And daybreak! The sun
I thought I saw God spread out
in the roses again—
I will be taken up
like flame in a cloud like a cinder in fire
to outflap the empyrean—
Dead things gumming the sidewalk.
Tell me: What good is a life that wears away?
I chew the red wire,
then the blue wire.
Then through the flowered wallpaper—
Oh! Look at this charming table:
already set; built for a mouse;
and silent as a banquet hall
after the guests have gone.
I was a dead thing once.
On the back porch once—
facing the square
of my mother’s rose-
garden, with the northfacing windows
full-opened in June, and other flowers,
the names I’ve forgotten, all gone
I’ve heard the train horn bawl out again
from across the river, first sound
I remember, tolled
thru the walls of an empty house,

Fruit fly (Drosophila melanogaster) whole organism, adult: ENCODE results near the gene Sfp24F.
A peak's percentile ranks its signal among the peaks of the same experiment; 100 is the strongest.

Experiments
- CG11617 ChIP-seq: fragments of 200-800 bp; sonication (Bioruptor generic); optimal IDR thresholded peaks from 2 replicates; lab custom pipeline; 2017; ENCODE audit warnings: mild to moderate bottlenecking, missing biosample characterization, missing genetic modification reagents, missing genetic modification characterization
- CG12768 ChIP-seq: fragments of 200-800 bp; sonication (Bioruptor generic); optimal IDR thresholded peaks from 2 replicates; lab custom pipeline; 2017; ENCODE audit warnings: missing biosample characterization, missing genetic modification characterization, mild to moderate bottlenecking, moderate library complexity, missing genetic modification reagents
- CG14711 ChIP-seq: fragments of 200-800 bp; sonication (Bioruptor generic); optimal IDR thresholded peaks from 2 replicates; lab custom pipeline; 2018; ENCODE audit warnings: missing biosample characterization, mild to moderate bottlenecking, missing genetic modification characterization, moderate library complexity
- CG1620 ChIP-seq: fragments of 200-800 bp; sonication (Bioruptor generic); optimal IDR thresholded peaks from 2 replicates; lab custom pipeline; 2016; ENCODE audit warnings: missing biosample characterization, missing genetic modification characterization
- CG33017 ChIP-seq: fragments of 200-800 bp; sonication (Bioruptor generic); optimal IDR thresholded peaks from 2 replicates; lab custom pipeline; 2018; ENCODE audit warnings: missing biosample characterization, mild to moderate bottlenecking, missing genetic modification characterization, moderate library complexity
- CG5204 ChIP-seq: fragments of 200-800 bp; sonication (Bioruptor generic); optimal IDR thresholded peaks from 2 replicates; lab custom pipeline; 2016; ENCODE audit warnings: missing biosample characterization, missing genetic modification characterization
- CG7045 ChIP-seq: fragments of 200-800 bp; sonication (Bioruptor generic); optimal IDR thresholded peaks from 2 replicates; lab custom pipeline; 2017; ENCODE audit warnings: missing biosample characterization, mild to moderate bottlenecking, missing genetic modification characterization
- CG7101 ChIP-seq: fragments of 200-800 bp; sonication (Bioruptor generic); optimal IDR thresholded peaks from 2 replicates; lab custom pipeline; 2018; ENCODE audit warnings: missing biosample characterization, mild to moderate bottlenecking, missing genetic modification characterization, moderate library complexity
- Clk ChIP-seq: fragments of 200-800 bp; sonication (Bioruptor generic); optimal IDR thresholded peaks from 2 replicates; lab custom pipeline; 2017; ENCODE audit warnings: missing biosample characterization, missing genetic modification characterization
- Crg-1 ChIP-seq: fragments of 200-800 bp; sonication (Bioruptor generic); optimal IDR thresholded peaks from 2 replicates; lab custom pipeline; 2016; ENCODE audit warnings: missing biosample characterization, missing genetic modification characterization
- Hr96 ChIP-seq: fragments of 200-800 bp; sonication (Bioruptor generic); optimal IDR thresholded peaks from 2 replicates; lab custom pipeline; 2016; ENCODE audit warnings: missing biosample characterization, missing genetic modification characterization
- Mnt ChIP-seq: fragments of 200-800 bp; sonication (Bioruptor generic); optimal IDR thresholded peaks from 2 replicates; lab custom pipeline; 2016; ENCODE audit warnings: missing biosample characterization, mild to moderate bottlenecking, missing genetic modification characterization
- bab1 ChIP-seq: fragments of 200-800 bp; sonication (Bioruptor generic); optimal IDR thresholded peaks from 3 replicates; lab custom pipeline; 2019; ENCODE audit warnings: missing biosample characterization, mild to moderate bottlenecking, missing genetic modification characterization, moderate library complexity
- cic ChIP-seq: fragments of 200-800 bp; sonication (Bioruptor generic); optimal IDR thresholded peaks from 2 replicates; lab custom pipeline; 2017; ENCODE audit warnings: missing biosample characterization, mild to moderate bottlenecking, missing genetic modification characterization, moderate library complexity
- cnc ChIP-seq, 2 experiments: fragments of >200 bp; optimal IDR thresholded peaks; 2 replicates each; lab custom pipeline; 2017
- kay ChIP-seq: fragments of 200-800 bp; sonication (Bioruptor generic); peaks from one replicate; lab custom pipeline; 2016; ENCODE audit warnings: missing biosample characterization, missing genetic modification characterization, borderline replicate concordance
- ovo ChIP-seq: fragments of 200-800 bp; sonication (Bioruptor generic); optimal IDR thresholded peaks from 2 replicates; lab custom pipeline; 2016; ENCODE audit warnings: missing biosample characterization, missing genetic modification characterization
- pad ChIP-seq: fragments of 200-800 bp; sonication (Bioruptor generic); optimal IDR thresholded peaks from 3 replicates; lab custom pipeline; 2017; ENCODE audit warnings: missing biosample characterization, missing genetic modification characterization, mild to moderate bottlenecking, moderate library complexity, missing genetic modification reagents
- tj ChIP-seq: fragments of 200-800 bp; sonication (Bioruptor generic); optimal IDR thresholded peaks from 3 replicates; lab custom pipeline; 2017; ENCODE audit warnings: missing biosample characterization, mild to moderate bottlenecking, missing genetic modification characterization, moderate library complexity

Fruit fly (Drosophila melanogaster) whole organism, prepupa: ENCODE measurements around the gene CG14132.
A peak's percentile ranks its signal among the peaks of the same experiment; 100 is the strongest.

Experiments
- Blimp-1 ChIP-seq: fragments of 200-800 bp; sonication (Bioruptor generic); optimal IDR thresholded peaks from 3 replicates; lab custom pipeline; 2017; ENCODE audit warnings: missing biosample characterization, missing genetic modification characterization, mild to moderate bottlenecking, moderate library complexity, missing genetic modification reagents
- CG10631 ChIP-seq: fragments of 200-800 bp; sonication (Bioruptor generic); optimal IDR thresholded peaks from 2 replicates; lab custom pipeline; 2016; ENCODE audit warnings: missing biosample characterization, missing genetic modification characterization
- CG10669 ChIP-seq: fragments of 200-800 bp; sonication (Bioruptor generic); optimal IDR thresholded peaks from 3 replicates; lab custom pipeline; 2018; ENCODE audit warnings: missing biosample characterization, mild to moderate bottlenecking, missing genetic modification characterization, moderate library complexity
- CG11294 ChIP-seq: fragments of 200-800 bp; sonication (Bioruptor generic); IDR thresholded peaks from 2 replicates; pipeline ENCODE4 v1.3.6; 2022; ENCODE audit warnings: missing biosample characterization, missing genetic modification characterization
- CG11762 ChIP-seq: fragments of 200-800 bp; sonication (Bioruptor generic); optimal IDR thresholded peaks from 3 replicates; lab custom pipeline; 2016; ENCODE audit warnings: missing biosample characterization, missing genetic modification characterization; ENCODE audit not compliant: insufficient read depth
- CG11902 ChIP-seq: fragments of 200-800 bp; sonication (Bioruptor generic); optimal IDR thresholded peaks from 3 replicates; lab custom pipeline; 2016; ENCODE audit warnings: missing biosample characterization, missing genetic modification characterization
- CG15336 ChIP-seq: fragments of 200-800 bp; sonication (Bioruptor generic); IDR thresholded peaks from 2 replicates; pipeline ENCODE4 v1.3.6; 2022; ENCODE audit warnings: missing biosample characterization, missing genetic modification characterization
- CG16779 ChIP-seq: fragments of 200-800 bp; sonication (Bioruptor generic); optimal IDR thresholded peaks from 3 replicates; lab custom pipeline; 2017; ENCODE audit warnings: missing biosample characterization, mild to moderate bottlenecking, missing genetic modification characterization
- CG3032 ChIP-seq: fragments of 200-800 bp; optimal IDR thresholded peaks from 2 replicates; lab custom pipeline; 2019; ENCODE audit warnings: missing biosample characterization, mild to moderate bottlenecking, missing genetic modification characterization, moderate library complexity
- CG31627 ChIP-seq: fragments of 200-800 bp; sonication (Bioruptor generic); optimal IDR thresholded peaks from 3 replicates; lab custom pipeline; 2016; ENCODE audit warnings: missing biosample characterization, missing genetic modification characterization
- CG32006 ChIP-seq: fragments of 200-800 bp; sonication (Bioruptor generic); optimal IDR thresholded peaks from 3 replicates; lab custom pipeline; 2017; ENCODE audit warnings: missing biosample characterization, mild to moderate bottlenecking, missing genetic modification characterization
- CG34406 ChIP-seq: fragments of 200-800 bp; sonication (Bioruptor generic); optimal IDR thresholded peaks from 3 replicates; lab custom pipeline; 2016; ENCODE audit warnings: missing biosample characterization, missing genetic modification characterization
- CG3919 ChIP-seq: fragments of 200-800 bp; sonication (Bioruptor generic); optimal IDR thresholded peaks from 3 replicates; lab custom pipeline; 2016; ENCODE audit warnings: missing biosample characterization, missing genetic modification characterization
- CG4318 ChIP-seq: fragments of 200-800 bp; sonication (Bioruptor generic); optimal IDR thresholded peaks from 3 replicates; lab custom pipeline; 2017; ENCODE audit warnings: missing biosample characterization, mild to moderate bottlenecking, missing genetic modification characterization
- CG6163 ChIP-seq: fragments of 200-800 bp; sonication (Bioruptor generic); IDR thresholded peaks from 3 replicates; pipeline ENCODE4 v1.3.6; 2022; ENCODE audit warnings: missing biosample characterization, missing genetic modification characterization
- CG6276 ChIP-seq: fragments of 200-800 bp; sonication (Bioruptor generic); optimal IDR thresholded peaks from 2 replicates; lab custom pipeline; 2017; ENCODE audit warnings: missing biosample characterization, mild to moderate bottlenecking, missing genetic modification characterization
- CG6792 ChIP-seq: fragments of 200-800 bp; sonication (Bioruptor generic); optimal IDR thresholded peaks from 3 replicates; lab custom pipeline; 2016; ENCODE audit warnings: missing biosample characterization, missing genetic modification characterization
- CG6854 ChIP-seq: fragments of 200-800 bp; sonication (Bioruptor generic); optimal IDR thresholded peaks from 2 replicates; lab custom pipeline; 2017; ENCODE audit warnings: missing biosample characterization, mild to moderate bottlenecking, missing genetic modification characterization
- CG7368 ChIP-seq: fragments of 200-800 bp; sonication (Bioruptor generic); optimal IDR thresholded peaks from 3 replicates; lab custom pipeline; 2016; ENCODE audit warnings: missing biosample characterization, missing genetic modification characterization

have watched the coyotes come loping
over across these frost-flocked rows of the field—
‘Quick—to the window, Mother
come see—the coyote
he’s dragging a haunch by the bone.’
He’ll lay it down, lie down
beside it, then sink
his teeth in the flitch.
The dream is big, the dream is fancy:
The dream is big and fancy.
The rodent: cuddly; but a little dirty.
I’ll keep him as a pet, I’ll pet him like
Remember summer, Jordan?
Eating quinces, spitting the seeds?
And how you never ate quinces again
when they laughed when you called them quinces?
And now there are no more quinces?
I do remember quinces.
Beautiful ones—I see you everywhere.
Hiding inside yourselves
Sometimes time is iron. Swing it hard
hear it whoosh.
At the door, the red curtain is still flapping.
Who will go in?
The one who is going
No, I do not die here.
The year is wrong.
and today no cloud cover.
I wish my heart was as big as the world,
The sun sitting up
ever so slowly—
July 16, 2013
By Jordan Zandi